And for blunt bodies it’s usually the projected frontal area. The drag coefficient can vary quite substantially with Reynolds number. Let’s look at how it varies for a few different two-dimensional shapes. For a flat plate oriented at 90 degrees to the flow the drag coefficient doesn’t vary significantly with Reynold’s number, because flow separation will always occur at the edge of the plate and so, although it is a blunt body, it isn’t affected by whether flow is laminar or turbulent. For blunt shapes like this disk we see a large decrease in the drag coefficient at the transition between laminar and turbulent flow, because flow separation is delayed when the boundary becomes turbulent, reducing the drag force.

 

And for streamlined bodies, the drag coefficient reduces gradually as Reynolds number increases, since viscous forces are less significant at higher Reynolds numbers. But the drag coefficient begins to increase after the transition to turbulent flow, because as we saw earlier a turbulent boundary layer produces larger shear stresses. For a sphere, the drag coefficient graph looks like this. One interesting thing about this graph is that it’s a straight line for Reynolds numbers less than 1, and the line is defined as 24 divided by Reynolds number. At these very low Reynolds numbers flow separation doesn’t occur, even for very blunt bodies like the sphere, and so all of the drag comes from friction drag.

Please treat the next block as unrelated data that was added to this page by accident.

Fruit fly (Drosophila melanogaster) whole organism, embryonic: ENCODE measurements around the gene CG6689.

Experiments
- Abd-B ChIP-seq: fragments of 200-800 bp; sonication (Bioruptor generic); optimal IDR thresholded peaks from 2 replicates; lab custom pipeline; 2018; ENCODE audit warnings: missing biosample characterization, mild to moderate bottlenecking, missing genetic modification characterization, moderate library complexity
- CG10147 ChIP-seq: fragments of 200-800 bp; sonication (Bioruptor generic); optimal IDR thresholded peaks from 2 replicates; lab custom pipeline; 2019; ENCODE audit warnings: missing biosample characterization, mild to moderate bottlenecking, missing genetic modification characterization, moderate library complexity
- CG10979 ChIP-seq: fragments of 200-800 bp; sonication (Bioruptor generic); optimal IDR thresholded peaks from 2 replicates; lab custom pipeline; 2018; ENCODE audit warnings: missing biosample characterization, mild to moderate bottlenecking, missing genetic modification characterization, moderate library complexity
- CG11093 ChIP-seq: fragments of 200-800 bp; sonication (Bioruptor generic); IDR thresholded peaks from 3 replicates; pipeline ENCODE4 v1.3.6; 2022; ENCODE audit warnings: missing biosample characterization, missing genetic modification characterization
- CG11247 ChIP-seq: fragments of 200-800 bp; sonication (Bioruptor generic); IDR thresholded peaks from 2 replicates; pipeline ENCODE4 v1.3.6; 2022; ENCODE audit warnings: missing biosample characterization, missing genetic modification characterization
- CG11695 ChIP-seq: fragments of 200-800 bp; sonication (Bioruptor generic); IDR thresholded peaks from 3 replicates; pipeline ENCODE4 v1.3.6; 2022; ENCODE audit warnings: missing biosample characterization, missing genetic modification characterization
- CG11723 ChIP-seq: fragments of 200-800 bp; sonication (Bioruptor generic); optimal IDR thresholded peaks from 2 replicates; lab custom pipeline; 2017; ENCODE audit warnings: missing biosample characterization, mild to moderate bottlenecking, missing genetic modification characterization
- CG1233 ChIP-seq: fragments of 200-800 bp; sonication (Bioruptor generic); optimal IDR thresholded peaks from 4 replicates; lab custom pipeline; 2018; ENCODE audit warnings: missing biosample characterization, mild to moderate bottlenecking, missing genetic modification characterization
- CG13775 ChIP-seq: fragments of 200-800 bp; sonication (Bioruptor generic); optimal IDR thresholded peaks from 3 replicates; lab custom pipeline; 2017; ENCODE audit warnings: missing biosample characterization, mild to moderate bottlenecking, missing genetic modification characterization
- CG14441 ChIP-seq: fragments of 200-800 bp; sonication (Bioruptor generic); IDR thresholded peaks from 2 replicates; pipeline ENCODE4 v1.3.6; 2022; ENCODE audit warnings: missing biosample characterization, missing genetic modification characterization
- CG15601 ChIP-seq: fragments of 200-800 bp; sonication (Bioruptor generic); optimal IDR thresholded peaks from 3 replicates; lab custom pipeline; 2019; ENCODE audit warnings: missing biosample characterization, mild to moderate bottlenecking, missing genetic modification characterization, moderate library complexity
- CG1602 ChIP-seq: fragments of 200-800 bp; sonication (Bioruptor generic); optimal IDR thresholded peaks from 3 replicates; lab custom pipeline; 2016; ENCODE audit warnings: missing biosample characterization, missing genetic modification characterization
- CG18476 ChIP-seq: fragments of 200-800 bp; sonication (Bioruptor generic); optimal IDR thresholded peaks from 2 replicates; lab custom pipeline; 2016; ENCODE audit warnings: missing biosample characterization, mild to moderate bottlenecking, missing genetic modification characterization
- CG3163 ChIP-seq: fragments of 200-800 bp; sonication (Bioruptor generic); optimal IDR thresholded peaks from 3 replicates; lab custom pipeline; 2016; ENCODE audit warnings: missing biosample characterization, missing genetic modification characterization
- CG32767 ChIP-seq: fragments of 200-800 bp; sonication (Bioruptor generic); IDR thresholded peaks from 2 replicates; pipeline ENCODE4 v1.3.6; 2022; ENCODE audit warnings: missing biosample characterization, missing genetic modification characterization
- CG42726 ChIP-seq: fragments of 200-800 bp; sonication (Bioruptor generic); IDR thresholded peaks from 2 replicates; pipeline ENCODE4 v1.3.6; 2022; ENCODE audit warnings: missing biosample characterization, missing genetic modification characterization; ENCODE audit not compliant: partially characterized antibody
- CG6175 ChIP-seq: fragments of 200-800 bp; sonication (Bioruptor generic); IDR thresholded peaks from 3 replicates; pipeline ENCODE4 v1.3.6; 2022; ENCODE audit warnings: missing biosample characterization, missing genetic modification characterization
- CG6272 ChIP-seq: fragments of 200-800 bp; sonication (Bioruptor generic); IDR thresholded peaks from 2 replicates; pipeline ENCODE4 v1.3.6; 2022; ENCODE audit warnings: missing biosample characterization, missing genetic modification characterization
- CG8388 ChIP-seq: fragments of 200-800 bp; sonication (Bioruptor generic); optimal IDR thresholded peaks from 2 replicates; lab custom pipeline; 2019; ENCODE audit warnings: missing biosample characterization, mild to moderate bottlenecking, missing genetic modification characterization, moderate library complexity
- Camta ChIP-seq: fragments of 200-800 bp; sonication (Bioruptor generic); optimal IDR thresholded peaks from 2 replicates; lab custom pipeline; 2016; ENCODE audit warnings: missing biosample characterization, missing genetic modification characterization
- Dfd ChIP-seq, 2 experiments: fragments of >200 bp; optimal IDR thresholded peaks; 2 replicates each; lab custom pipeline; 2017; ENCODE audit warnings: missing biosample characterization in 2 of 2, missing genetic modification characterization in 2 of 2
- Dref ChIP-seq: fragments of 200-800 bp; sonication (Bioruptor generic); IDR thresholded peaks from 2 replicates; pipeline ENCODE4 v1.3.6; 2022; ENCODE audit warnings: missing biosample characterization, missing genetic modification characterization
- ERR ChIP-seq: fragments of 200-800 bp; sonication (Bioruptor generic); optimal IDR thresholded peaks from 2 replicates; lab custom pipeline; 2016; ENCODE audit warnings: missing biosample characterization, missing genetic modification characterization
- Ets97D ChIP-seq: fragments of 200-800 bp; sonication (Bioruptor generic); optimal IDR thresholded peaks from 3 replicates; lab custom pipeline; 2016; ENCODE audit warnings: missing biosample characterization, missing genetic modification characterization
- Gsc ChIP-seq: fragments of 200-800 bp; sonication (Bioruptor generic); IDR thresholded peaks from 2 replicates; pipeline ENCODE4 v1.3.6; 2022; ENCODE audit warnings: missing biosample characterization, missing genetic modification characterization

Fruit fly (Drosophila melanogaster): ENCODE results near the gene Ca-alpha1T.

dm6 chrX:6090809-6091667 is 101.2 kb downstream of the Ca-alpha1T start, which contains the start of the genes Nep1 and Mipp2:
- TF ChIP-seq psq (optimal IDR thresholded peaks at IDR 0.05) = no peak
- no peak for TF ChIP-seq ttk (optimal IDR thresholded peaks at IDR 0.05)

Plugging this equation for C-D into the drag force equation gives us an interesting expression. This is called Stokes’ Law, and it is an exact solution for the drag force acting on a sphere for Reynolds numbers less than 1. It’s one of few cases where we have an analytical solution for calculating the drag force, and it has some very useful applications. We can use it to easily calculate the terminal velocity of a sphere falling in a fluid, so long as Reynolds Number is low enough. As a sphere falls through a fluid its velocity will increase, and so will its drag force. Terminal velocity is reached when the weight of the sphere perfectly balances the drag force, so that the sphere stops accelerating. The drag force is defined by Stokes’ Law.

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And the weight of the sphere is easy to calculate based on its volume and density. We just need to remember to subtract the density of the fluid as well, to account for the buoyancy force. And so based on Stokes’ law we can obtain this equation for the terminal velocity of the sphere. We can apply this equation to create a viscometer, which is used to measure the viscosity of a fluid. To do this a sphere is dropped into a tube of liquid, which is long enough that the sphere will reach terminal velocity.

 

The terminal velocity can be measured by timing how long it takes the sphere to pass between two points marked on the tube, and so the viscosity of the fluid can be calculated using the equation we just derived. We know that pressure stresses and shear stresses are the two fundamental causes of drag. But in some cases specific components of the drag force are named because of how they’re caused, even though they’re just different forms of pressure or friction drag. In aviation for example three important sources of drag are induced drag, wave drag, and interference drag. If you’d like to learn more about these sources of drag, I’ve covered them in the extended version of this video, which is available now over on Nebula. For those who don’t know, Nebula is a video streaming service built entirely by educational creators. It’s home to some of the best independent creators out there, including Mustard, Real Engineering and Practical Engineering. It’s a place where creators can experiment with new formats and longer videos.